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Calculation beyond computional limits

  1. Jun 2, 2010 #1
    So i am ttying to calculate a velocity in this problem i dreamt up. Only problem i cant get a computer to solve it. So i was hoping someone here could help

    i am trying to find the value of x such that


    This arose in me trying to calculate somewhat relativistically how fast a raindrop would have to travel to for into a black hole. My result is very crude.


    I think i have it now. And i cant find delete
    Last edited: Jun 2, 2010
  2. jcsd
  3. Jun 2, 2010 #2
    Let a = 1.0967*10^{-86}

    Square the equation to get it to get
    [tex]\frac{1-x^2}{x^2} =a^2[/tex]
    Now solve for x^2 and take the positive square root (x must be positive since a is positive).

    x is going to be VERY close to 1 (in fact I expect most software will report x=1 if you ask for a numerical answer).
  4. Jun 2, 2010 #3
    Yeah everything is reporting 1. Thats what i was trying to get around. I dont think i can get around it. Because that gives me a ratio of sqrt(1/(1.(86 zeros)1)) Which i cant even imagine. So basically you have to get that v/c ratio of the speed of light to turn a raindrop into a blackhole semirelativistically. I am not well versed in relativistic fluid dynamics so i imagine this is quite a ways off. Plus not to mention i only have 3 sig figs. So i could never actually measure this anyways.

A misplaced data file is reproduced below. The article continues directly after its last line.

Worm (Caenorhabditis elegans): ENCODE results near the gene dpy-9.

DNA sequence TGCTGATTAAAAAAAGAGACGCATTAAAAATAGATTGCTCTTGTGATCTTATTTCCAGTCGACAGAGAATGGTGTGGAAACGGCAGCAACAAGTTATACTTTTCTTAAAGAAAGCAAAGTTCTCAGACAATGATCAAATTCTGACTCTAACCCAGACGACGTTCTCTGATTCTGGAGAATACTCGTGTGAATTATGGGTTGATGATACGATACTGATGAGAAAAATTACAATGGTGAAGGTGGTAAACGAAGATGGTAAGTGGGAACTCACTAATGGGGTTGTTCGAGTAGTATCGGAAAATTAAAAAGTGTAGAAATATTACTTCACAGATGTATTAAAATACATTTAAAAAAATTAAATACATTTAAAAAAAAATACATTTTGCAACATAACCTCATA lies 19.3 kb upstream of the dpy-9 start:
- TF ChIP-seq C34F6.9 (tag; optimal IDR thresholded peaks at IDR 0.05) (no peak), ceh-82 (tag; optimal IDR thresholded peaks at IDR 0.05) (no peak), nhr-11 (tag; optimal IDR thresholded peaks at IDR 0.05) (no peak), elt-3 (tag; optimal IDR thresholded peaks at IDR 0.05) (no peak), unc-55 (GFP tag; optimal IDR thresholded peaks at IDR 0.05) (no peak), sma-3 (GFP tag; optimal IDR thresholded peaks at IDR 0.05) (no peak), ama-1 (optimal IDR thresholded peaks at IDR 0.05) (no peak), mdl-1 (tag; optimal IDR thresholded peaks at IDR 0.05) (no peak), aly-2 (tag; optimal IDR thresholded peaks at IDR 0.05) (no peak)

5. Jun 2, 2010 #4
    Don't you have a computing center in your school? Oh, maybe you are in HS, sorry then. Most colleges have computers that with something like Mathematica, can give quadruple and more precision. At 16 digits per precision, I guess you would need sextuple precision or so, it certainly can be done with the right software.
  6. Jun 2, 2010 #5
    Well if you really want a numeric approximation I just asked Maple to compute 250 digits of this. I'm not sure exactly how Maple does its floating-point computation, but I suspect the long string of 0's at the end is a sign that it doesn't handle such high-precision numbers by default (but up to something like 150 digits it seems correct).


    I have no idea how this could be of any use however.
  7. Jun 3, 2010 #6


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    No need need for any computational power here. You can solve it using a binomial expansion to a VERY close approximation as :

    [tex] x \simeq 1 - \frac{a^2}{2}[/tex]

    where [itex] a= 1.0967 \times 10^{-86}[/itex]
    Last edited: Jun 3, 2010
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